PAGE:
NASA’s $800 million Mars lander is in an energy crisis.
InSight, which landed in a Martian plain called Elysium Planitia in 2018, has detected more than 500 Mars quakes, felt more than 10,000 dust devils pass by, and started to measure the planet’s core.
But over the past few months, InSight has been fighting for its life as the red planet’s unpredictable weather threatens to snuff out the robot.
Unlike other sites where NASA has sent rovers and landers – including the landing spot of the new Perseverance rover and its Mars helicopter – powerful gusts of wind have not been sweeping Elysium Planitia.
These winds, called “cleaning events,” are needed to blow the red Martian dust off the solar panels of NASA’s robots. Without their help, a thick layer of dust has accumulated on InSight, and it’s struggling to absorb sunlight.
Above: The InSight lander’s camera captured an image of one of its solar panels covered in dust on February 14.
InSight’s solar panels were producing just 27 percent of their energy capacity in February, when winter was arriving in Elysium Planitia.
So NASA decided to put the lander in “hibernation mode,” switching off different instruments each day. Soon the robot will shut down all functions that aren’t necessary for its survival.
By pausing its scientific operations, the lander should be able to save enough power to keep its systems warm through the frigid Martian nights, when temperatures can drop to negative-130 degrees Fahrenheit.
“The amount of power available over the next few months will really be driven by the weather,” Chuck Scott, InSight’s project manager, said in a statement.
Now almost halfway through its expected hibernation period, InSight is still in good condition, but the risk of a potentially fatal power failure is ever-present. If the lander’s batteries die, it might never recover.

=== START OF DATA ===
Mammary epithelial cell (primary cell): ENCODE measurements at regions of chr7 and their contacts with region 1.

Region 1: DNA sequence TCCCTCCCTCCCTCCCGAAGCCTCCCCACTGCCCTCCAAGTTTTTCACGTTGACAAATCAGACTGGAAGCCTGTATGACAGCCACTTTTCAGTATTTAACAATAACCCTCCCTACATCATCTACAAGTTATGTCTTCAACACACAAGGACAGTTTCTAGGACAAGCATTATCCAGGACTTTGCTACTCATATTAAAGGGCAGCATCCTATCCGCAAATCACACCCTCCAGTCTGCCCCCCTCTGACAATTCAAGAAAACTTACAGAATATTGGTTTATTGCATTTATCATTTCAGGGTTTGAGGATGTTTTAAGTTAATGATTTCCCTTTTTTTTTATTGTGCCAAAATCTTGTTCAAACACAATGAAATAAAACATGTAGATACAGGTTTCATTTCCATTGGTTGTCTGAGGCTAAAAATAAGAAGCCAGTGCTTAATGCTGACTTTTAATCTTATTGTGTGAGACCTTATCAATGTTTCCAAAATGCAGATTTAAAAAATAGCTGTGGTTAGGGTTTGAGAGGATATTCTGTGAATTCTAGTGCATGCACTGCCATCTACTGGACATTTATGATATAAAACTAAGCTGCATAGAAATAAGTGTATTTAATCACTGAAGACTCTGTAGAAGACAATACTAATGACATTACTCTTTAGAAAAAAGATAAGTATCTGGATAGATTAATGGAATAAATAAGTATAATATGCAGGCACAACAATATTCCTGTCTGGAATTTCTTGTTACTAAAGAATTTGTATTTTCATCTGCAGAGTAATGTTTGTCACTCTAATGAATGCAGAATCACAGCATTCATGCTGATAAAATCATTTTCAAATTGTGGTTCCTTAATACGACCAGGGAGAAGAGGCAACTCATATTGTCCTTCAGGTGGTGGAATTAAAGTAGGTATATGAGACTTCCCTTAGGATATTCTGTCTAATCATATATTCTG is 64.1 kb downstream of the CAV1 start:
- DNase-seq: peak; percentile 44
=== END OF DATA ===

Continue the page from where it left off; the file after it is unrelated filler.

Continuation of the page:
“We would be hopeful that we’d be able to bring it back back to life, especially if it’s not asleep or dead for a long period of time,” Bruce Banerdt, InSight’s principal investigator, told Insider. “But that would be a dicey situation.”
The agency expects to restart InSight’s full operations after Mars swings back toward the sun in July. If it can survive this Martian winter, the lander could keep listening for quakes and tracking weather into 2022.
InSight’s power shortage contributed to NASA’s decision to abandon the lander’s “mole” in January. That burrowing probe was supposed to measure the temperature deep in the Martian crust – crucial data in the study of the planet’s history and internal structure.
Now scientists are missing out on even more data as the lander shuts down its instruments. Its Mars weather measurements have become scarce, and in the next month or so, it will stop listening for quakes.
Banerdt said he fears the lander could miss some big quakes, but it’s worth it to keep the robot alive. If InSight’s batteries die, he added, “it’s a good zombie spacecraft” – meaning it’s programmed to recharge and start up again once the sun comes out.
“The problem with that scenario is that in the meantime, the spacecraft is very, very cold. And this is happening during the coldest…